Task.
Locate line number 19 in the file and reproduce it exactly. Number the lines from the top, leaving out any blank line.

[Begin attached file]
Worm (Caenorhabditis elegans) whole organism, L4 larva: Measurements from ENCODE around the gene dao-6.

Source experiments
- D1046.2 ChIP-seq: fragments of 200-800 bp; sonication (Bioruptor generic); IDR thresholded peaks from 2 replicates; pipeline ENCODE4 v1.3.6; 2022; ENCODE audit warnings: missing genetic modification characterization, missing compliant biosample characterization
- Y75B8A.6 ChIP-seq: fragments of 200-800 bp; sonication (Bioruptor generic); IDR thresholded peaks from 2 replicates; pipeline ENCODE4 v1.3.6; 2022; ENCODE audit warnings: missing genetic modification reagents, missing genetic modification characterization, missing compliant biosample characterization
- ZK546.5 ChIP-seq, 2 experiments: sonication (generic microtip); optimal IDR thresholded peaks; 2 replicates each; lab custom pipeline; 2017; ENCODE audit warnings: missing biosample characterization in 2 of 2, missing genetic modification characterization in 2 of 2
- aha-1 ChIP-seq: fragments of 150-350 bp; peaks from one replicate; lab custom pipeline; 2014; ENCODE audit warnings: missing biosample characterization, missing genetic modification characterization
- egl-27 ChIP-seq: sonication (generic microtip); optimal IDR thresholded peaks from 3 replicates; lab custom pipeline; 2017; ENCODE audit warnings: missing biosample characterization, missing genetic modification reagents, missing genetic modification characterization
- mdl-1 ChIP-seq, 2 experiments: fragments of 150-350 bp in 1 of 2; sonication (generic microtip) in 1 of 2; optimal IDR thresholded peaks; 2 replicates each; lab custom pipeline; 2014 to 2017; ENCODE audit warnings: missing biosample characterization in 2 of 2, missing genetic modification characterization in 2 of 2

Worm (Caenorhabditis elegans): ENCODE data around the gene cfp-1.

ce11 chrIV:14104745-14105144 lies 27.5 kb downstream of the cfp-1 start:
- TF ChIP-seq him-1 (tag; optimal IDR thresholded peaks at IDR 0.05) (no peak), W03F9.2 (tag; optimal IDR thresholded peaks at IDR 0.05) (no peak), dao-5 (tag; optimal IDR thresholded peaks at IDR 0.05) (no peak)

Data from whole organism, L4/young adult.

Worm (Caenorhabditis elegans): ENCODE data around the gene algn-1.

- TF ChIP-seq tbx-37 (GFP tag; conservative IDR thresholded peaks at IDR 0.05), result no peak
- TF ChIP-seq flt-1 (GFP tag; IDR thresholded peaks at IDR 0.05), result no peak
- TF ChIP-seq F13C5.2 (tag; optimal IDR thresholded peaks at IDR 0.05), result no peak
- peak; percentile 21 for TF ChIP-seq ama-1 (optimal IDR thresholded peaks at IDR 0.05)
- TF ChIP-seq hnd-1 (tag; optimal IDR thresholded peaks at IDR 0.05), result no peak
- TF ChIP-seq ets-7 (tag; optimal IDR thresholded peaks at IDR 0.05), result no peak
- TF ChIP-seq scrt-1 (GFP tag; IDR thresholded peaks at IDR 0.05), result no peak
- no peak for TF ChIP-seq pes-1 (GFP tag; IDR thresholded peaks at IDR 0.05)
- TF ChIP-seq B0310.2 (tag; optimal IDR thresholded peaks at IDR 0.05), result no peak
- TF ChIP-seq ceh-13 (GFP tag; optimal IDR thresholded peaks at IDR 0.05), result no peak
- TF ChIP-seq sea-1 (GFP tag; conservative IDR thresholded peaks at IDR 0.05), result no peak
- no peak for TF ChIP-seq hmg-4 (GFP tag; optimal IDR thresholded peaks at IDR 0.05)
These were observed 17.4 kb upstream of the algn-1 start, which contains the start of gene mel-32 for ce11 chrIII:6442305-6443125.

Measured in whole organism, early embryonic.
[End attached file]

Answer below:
- TF ChIP-seq ets-7 (tag; optimal IDR thresholded peaks at IDR 0.05), result no peak